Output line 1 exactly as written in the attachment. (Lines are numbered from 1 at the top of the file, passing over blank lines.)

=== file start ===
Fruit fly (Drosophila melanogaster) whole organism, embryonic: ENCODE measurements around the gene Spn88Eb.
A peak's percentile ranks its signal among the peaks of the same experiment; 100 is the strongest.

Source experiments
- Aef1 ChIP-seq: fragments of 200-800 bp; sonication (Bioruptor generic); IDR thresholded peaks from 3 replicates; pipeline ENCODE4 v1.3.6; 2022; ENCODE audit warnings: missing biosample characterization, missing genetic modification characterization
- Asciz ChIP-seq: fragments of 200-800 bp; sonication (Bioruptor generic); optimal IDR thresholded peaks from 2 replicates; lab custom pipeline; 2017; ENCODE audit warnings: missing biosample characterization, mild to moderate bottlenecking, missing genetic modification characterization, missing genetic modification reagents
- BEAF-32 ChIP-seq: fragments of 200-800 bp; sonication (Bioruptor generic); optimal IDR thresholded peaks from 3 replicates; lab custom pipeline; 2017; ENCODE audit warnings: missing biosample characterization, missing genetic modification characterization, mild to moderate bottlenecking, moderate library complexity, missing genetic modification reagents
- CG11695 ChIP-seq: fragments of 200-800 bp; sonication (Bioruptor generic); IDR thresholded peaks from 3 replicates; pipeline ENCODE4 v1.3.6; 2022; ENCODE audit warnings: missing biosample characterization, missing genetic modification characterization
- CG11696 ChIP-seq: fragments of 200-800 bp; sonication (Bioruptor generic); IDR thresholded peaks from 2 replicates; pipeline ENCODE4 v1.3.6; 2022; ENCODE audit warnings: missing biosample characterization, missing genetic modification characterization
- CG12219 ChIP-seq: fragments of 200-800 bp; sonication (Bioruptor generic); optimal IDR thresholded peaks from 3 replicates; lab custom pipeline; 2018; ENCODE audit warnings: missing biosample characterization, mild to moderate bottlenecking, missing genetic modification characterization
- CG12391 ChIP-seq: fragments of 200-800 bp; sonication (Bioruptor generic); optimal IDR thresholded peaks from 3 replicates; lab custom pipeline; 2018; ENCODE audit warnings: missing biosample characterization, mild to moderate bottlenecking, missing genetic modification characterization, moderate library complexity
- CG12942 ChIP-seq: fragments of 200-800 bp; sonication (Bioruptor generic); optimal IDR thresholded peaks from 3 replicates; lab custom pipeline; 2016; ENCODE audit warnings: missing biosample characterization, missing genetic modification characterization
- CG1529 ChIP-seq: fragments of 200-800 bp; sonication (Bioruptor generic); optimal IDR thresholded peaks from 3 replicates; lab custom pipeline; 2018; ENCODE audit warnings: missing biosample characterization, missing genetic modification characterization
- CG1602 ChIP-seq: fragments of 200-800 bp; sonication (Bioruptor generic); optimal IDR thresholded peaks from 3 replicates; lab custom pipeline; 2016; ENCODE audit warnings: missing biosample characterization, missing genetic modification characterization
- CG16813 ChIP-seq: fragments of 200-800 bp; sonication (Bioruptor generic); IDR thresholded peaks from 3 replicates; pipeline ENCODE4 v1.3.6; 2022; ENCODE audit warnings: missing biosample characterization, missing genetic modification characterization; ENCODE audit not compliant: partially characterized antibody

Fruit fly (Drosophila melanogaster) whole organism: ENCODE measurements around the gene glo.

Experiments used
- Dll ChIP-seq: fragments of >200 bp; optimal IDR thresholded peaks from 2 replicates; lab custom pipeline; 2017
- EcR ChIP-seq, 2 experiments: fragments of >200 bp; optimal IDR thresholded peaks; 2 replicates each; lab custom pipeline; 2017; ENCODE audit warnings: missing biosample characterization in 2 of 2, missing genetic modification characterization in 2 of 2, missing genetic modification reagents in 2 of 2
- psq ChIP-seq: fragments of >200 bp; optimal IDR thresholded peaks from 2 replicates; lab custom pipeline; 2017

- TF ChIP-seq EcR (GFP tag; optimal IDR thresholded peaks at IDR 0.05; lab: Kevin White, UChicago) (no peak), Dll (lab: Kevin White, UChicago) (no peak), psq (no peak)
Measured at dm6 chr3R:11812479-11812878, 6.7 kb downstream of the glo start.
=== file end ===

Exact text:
Fruit fly (Drosophila melanogaster) whole organism, embryonic: ENCODE measurements around the gene Spn88Eb.